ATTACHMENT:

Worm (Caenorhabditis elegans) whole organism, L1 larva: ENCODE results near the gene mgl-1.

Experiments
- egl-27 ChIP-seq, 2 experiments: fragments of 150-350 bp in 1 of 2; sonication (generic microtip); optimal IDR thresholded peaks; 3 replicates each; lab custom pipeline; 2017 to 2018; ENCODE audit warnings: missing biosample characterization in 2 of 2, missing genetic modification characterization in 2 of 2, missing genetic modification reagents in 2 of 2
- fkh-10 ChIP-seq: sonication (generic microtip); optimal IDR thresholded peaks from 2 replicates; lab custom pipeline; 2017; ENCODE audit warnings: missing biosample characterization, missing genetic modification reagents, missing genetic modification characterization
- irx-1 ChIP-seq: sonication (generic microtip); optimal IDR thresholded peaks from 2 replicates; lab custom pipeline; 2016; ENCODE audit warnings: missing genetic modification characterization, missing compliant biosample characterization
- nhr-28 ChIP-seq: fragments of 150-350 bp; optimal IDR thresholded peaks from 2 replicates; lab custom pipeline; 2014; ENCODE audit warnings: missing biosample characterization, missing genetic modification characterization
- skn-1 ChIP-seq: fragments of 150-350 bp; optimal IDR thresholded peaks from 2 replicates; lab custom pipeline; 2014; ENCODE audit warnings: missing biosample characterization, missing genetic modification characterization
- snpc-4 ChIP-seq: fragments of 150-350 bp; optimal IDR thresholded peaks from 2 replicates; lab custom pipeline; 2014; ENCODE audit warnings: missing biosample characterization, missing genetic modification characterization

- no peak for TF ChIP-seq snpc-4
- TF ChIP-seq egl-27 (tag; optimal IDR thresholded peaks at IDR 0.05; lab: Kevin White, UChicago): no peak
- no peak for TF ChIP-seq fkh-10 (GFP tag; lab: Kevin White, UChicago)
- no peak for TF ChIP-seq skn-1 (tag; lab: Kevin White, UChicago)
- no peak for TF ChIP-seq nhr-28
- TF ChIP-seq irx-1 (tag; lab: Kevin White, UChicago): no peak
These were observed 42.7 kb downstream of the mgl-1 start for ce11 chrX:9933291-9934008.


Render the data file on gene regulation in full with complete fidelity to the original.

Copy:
Worm (Caenorhabditis elegans) whole organism, L1 larva: ENCODE results near the gene mgl-1.

Experiments
- egl-27 ChIP-seq, 2 experiments: fragments of 150-350 bp in 1 of 2; sonication (generic microtip); optimal IDR thresholded peaks; 3 replicates each; lab custom pipeline; 2017 to 2018; ENCODE audit warnings: missing biosample characterization in 2 of 2, missing genetic modification characterization in 2 of 2, missing genetic modification reagents in 2 of 2
- fkh-10 ChIP-seq: sonication (generic microtip); optimal IDR thresholded peaks from 2 replicates; lab custom pipeline; 2017; ENCODE audit warnings: missing biosample characterization, missing genetic modification reagents, missing genetic modification characterization
- irx-1 ChIP-seq: sonication (generic microtip); optimal IDR thresholded peaks from 2 replicates; lab custom pipeline; 2016; ENCODE audit warnings: missing genetic modification characterization, missing compliant biosample characterization
- nhr-28 ChIP-seq: fragments of 150-350 bp; optimal IDR thresholded peaks from 2 replicates; lab custom pipeline; 2014; ENCODE audit warnings: missing biosample characterization, missing genetic modification characterization
- skn-1 ChIP-seq: fragments of 150-350 bp; optimal IDR thresholded peaks from 2 replicates; lab custom pipeline; 2014; ENCODE audit warnings: missing biosample characterization, missing genetic modification characterization
- snpc-4 ChIP-seq: fragments of 150-350 bp; optimal IDR thresholded peaks from 2 replicates; lab custom pipeline; 2014; ENCODE audit warnings: missing biosample characterization, missing genetic modification characterization

- no peak for TF ChIP-seq snpc-4
- TF ChIP-seq egl-27 (tag; optimal IDR thresholded peaks at IDR 0.05; lab: Kevin White, UChicago): no peak
- no peak for TF ChIP-seq fkh-10 (GFP tag; lab: Kevin White, UChicago)
- no peak for TF ChIP-seq skn-1 (tag; lab: Kevin White, UChicago)
- no peak for TF ChIP-seq nhr-28
- TF ChIP-seq irx-1 (tag; lab: Kevin White, UChicago): no peak
These were observed 42.7 kb downstream of the mgl-1 start for ce11 chrX:9933291-9934008.